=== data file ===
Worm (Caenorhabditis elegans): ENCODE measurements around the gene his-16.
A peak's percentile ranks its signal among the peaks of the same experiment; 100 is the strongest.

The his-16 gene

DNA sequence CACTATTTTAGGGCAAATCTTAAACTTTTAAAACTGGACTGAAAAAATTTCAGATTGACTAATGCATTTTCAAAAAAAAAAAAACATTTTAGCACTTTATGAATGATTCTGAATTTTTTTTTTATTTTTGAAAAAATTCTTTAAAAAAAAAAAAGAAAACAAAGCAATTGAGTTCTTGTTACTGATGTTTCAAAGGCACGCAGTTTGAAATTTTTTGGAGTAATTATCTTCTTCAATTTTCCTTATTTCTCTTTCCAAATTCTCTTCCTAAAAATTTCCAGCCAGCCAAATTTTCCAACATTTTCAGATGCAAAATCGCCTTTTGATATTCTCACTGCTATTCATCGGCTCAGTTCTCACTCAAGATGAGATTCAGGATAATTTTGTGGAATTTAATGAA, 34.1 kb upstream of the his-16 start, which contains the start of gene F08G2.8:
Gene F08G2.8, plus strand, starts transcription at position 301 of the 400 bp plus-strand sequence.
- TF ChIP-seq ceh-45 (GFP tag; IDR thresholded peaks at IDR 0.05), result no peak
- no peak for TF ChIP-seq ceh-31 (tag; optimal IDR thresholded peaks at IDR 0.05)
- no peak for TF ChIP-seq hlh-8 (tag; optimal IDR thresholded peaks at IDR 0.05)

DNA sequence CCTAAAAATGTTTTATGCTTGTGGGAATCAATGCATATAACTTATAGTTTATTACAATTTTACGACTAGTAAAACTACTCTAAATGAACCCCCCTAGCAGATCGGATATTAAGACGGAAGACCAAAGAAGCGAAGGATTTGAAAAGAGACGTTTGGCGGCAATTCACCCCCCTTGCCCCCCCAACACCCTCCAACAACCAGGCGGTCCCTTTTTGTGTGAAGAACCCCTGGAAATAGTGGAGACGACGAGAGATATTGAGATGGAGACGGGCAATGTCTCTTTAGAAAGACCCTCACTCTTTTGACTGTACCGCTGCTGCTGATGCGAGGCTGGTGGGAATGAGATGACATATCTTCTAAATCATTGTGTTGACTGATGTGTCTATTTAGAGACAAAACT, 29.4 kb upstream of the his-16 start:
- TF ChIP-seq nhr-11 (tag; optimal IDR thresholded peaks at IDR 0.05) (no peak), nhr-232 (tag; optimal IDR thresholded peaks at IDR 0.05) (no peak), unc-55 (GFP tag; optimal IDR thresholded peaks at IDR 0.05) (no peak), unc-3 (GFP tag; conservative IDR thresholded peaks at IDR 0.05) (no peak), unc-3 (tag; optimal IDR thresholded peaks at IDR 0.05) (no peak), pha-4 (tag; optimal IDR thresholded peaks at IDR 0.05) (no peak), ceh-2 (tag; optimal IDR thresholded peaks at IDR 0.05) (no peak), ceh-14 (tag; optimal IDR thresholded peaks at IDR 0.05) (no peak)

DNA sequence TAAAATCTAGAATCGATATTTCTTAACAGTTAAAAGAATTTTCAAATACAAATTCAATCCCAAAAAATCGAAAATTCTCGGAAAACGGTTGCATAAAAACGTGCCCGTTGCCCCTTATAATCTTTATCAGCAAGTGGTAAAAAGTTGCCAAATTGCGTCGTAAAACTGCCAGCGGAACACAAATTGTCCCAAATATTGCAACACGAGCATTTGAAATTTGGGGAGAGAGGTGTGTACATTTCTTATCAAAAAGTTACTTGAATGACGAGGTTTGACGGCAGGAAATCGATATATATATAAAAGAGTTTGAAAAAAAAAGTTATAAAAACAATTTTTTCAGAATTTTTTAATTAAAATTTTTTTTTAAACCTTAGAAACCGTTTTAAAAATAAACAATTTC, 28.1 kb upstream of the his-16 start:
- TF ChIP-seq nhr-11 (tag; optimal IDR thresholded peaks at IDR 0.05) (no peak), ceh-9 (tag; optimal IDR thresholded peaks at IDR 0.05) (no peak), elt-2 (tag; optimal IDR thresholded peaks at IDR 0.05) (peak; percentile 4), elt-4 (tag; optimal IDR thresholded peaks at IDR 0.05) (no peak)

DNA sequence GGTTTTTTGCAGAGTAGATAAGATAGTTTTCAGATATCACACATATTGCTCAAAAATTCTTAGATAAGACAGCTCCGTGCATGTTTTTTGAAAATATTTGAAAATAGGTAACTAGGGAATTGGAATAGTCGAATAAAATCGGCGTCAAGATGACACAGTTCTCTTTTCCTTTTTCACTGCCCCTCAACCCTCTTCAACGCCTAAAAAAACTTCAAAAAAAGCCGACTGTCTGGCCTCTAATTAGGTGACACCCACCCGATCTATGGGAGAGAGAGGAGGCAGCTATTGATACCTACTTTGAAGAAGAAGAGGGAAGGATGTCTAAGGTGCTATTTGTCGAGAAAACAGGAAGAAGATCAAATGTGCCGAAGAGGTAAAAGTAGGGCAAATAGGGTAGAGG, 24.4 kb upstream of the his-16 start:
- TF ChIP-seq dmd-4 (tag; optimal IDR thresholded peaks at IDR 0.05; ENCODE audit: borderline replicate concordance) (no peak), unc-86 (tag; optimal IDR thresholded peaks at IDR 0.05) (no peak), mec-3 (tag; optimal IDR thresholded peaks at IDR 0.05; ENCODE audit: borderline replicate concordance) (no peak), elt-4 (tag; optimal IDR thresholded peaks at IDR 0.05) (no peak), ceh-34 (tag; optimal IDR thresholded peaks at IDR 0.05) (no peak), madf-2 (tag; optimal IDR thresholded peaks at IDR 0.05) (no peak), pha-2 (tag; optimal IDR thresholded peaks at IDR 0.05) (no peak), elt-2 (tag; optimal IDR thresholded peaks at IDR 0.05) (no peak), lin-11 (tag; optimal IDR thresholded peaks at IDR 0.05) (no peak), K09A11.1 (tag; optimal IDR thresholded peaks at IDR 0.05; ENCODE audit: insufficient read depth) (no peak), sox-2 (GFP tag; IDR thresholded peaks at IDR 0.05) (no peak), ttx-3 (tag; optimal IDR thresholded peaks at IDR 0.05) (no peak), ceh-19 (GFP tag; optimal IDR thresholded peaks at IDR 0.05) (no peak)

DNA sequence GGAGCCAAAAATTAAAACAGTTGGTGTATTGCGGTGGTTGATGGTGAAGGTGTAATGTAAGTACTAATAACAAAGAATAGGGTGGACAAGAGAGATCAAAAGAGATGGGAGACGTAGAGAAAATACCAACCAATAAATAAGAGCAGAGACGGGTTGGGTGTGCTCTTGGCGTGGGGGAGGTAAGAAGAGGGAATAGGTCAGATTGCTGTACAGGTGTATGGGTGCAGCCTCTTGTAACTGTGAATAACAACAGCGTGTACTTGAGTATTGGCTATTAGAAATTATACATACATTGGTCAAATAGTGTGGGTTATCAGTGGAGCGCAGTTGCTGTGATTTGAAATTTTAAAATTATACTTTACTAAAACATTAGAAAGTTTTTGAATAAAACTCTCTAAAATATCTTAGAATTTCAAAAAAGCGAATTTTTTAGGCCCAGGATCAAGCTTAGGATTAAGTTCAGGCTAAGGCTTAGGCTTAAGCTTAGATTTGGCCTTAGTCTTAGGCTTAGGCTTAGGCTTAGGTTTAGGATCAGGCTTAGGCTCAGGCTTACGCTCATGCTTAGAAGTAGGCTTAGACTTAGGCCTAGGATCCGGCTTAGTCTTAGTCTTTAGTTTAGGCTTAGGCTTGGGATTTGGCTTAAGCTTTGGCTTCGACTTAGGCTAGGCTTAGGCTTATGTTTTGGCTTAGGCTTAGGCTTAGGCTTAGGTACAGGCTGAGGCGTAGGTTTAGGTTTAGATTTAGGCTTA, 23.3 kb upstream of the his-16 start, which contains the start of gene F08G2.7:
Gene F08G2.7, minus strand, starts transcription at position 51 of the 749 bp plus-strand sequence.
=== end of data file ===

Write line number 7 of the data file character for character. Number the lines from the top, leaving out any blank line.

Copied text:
- no peak for TF ChIP-seq ceh-31 (tag; optimal IDR thresholded peaks at IDR 0.05)